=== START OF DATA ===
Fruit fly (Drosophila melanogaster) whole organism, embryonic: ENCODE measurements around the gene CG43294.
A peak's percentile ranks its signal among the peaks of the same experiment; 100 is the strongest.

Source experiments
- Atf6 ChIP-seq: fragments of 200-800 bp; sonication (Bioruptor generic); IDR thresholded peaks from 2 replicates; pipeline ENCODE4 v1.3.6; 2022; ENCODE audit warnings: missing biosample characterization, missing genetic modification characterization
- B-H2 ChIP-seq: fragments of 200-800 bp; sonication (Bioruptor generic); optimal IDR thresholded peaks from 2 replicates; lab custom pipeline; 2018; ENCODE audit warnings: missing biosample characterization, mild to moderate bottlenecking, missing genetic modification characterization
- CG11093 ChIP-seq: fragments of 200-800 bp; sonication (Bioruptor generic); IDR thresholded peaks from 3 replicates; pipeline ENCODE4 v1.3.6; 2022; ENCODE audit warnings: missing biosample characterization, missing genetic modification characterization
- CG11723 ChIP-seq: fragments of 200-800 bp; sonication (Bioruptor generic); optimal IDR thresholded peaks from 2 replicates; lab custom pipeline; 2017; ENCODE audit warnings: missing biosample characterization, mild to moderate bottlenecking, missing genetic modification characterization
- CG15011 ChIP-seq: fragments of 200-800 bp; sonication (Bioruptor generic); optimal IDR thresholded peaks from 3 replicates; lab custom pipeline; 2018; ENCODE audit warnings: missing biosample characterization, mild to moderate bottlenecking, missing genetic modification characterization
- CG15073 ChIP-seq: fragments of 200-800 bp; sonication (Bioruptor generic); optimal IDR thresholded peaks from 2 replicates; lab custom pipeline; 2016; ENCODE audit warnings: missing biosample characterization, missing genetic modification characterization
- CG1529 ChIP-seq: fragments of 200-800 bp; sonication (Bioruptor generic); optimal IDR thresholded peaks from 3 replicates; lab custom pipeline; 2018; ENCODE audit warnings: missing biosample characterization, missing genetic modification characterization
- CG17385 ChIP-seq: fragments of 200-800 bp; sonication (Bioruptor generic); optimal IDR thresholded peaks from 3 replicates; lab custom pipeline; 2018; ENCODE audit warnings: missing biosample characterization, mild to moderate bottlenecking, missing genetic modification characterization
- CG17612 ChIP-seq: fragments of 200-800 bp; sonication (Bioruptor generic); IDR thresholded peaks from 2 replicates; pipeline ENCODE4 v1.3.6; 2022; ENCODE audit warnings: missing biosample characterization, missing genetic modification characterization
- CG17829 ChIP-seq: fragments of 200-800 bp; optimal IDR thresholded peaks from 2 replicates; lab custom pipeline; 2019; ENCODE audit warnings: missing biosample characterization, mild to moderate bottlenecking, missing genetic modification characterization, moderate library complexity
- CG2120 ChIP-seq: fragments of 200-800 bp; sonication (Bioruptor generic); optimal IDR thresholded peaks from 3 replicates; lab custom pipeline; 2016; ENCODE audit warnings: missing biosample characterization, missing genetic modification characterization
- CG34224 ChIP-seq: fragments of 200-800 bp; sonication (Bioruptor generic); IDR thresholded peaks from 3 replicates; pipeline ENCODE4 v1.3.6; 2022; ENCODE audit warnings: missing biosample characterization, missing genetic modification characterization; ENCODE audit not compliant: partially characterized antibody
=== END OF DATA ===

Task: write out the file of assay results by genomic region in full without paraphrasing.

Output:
Fruit fly (Drosophila melanogaster) whole organism, embryonic: ENCODE measurements around the gene CG43294.
A peak's percentile ranks its signal among the peaks of the same experiment; 100 is the strongest.

Source experiments
- Atf6 ChIP-seq: fragments of 200-800 bp; sonication (Bioruptor generic); IDR thresholded peaks from 2 replicates; pipeline ENCODE4 v1.3.6; 2022; ENCODE audit warnings: missing biosample characterization, missing genetic modification characterization
- B-H2 ChIP-seq: fragments of 200-800 bp; sonication (Bioruptor generic); optimal IDR thresholded peaks from 2 replicates; lab custom pipeline; 2018; ENCODE audit warnings: missing biosample characterization, mild to moderate bottlenecking, missing genetic modification characterization
- CG11093 ChIP-seq: fragments of 200-800 bp; sonication (Bioruptor generic); IDR thresholded peaks from 3 replicates; pipeline ENCODE4 v1.3.6; 2022; ENCODE audit warnings: missing biosample characterization, missing genetic modification characterization
- CG11723 ChIP-seq: fragments of 200-800 bp; sonication (Bioruptor generic); optimal IDR thresholded peaks from 2 replicates; lab custom pipeline; 2017; ENCODE audit warnings: missing biosample characterization, mild to moderate bottlenecking, missing genetic modification characterization
- CG15011 ChIP-seq: fragments of 200-800 bp; sonication (Bioruptor generic); optimal IDR thresholded peaks from 3 replicates; lab custom pipeline; 2018; ENCODE audit warnings: missing biosample characterization, mild to moderate bottlenecking, missing genetic modification characterization
- CG15073 ChIP-seq: fragments of 200-800 bp; sonication (Bioruptor generic); optimal IDR thresholded peaks from 2 replicates; lab custom pipeline; 2016; ENCODE audit warnings: missing biosample characterization, missing genetic modification characterization
- CG1529 ChIP-seq: fragments of 200-800 bp; sonication (Bioruptor generic); optimal IDR thresholded peaks from 3 replicates; lab custom pipeline; 2018; ENCODE audit warnings: missing biosample characterization, missing genetic modification characterization
- CG17385 ChIP-seq: fragments of 200-800 bp; sonication (Bioruptor generic); optimal IDR thresholded peaks from 3 replicates; lab custom pipeline; 2018; ENCODE audit warnings: missing biosample characterization, mild to moderate bottlenecking, missing genetic modification characterization
- CG17612 ChIP-seq: fragments of 200-800 bp; sonication (Bioruptor generic); IDR thresholded peaks from 2 replicates; pipeline ENCODE4 v1.3.6; 2022; ENCODE audit warnings: missing biosample characterization, missing genetic modification characterization
- CG17829 ChIP-seq: fragments of 200-800 bp; optimal IDR thresholded peaks from 2 replicates; lab custom pipeline; 2019; ENCODE audit warnings: missing biosample characterization, mild to moderate bottlenecking, missing genetic modification characterization, moderate library complexity
- CG2120 ChIP-seq: fragments of 200-800 bp; sonication (Bioruptor generic); optimal IDR thresholded peaks from 3 replicates; lab custom pipeline; 2016; ENCODE audit warnings: missing biosample characterization, missing genetic modification characterization
- CG34224 ChIP-seq: fragments of 200-800 bp; sonication (Bioruptor generic); IDR thresholded peaks from 3 replicates; pipeline ENCODE4 v1.3.6; 2022; ENCODE audit warnings: missing biosample characterization, missing genetic modification characterization; ENCODE audit not compliant: partially characterized antibody